Reducing Staphylococcus aureus bloodstream infections associated with peripheral intravenous cannulae: Successful implementation of a care bundle at a large Australian health service

D. Rhodes, A. C. Cheng, S. McLellan, P. Guerra, D. Karanfilovska, S. Aitchison, K. Watson, P. Bass, L. J. Worth

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21 Citations (Scopus)

Abstract

Background: Healthcare-associated Staphylococcus aureus bacteraemia (HA-SAB) results in morbidity, mortality, and increased healthcare costs, and these infections are frequently regarded as preventable. 

Aim: To implement a multi-modal prevention programme for improved processes regarding peripheral intravenous cannula (PIVC) insertion and maintenance, in order to reduce PIVC-associated HA-SAB events in a large Australian health service. 

Methods: Baseline clinical practice was evaluated for a 12-month pre-intervention period. Measures to reduce HA-SAB risk were introduced between January and September 2013: staff education, improved documentation (including phlebitis scoring), and availability of standardized equipment. Post-intervention auditing was performed during the 27 months following intervention. Baseline and post-intervention HA-SAB and PIVC-associated infection rates were compared. Interrupted time-series and Bayesian change-point analyses were applied to determine the impact of interventions and timing of change.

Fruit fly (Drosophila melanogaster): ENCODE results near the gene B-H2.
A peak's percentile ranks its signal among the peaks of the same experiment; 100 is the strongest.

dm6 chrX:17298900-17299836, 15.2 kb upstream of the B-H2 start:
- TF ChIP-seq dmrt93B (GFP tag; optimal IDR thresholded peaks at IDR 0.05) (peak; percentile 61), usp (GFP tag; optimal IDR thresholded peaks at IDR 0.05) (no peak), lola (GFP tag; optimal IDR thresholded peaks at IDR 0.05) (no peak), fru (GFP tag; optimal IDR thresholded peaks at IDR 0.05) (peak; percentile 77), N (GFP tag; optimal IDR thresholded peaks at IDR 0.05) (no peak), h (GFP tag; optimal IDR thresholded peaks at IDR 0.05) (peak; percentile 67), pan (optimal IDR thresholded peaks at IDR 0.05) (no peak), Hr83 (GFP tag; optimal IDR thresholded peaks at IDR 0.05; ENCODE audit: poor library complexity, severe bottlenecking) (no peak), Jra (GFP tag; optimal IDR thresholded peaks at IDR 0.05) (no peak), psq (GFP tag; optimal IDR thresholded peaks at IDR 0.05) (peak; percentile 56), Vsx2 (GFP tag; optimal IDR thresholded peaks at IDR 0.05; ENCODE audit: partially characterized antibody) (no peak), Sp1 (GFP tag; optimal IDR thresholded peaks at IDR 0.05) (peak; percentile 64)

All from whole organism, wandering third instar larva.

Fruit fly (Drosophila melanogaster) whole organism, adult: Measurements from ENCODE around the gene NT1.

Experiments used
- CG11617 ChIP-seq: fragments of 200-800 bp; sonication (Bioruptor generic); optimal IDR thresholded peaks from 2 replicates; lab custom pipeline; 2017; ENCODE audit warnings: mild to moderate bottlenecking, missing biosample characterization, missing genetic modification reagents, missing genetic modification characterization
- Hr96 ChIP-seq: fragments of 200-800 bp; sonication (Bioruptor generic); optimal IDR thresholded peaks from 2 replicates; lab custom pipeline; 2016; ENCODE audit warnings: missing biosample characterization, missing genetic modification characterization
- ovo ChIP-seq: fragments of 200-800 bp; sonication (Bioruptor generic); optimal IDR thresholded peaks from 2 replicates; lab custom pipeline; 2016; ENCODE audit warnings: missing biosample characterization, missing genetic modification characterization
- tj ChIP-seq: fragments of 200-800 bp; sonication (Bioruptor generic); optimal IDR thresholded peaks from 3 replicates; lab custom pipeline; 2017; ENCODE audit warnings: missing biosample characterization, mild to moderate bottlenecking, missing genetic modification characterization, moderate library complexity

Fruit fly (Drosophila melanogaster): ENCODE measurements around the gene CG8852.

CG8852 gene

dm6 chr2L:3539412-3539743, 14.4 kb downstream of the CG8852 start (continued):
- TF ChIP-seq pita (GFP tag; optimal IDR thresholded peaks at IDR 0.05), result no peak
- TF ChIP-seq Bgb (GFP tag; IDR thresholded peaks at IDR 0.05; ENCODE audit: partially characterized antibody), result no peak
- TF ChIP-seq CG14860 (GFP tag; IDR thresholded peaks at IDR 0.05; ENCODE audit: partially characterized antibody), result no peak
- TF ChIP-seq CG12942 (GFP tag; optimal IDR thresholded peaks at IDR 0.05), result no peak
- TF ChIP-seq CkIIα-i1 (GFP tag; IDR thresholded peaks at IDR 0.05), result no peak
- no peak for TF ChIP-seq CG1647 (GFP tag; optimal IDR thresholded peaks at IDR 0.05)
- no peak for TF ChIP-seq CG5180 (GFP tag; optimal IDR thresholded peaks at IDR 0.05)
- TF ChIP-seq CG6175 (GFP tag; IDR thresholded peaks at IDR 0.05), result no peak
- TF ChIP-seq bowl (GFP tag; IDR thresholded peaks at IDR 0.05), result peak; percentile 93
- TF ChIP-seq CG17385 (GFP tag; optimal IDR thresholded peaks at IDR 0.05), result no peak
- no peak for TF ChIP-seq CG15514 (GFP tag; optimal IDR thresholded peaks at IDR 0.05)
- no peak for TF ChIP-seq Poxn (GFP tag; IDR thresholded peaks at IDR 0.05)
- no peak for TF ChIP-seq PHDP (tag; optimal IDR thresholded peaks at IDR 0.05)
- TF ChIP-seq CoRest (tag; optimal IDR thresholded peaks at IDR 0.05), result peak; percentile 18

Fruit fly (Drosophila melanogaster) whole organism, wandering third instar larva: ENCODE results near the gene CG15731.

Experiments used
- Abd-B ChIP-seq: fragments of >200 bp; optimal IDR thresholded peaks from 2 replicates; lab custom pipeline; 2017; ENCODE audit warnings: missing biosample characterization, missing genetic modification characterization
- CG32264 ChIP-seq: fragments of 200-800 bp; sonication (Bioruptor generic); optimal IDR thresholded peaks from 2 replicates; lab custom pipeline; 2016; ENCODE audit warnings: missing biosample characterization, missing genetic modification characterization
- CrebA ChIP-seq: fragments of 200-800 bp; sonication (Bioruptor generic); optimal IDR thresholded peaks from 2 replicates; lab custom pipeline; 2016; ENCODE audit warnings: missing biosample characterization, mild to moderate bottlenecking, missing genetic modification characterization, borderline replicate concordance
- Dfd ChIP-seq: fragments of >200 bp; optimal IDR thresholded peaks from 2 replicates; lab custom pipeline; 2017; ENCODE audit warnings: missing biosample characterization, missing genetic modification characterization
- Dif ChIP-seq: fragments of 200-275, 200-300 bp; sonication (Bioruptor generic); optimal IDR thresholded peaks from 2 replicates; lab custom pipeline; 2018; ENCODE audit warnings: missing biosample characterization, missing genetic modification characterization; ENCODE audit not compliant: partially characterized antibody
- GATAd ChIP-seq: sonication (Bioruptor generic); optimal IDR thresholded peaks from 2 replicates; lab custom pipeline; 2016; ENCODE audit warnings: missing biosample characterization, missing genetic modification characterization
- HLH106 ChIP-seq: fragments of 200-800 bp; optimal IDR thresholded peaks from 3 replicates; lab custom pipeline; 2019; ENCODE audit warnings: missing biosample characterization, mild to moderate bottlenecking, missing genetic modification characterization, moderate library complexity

Findings: Significantly improved documentation regarding PIVC insertion and management was observed in the post-intervention period, with fewer PIVCs left in situ for ≥4 days (2.6 vs 6.9%, P < 0.05). During the baseline period a total of 68 HA-SAB events occurred [1.01/10,000 occupied bed-days (OBDs)] and 24 were PIVC-associated (35% of total, rate 0.39 per 10,000 OBDs). In the post-intervention period, a total of 83 HA-SAB events occurred (0.99 per 10,000 OBDs) and 12 were PIVC-associated (14.4% of total, rate 0.14 per 10,000 OBDs). PIVC-associated SAB rates were 63% lower in the post-intervention period compared to baseline (P = 0.018) with a change point observed following full bundle implementation in October 2013. 

Conclusion: A successful multi-modal hospital-wide campaign was introduced to reduce PIVC-associated SAB rates. Evaluation of cost-effectiveness and sustainability is required.

Original languageEnglish
Pages (from-to)86-91
Number of pages6
JournalJournal of Hospital Infection
Volume94
Issue number1
DOIs
Publication statusPublished - 1 Sep 2016

Keywords

  • Care bundle
  • Healthcare-associated
  • Peripheral venous cannulation
  • Staphylococcus aureus bacteraemia

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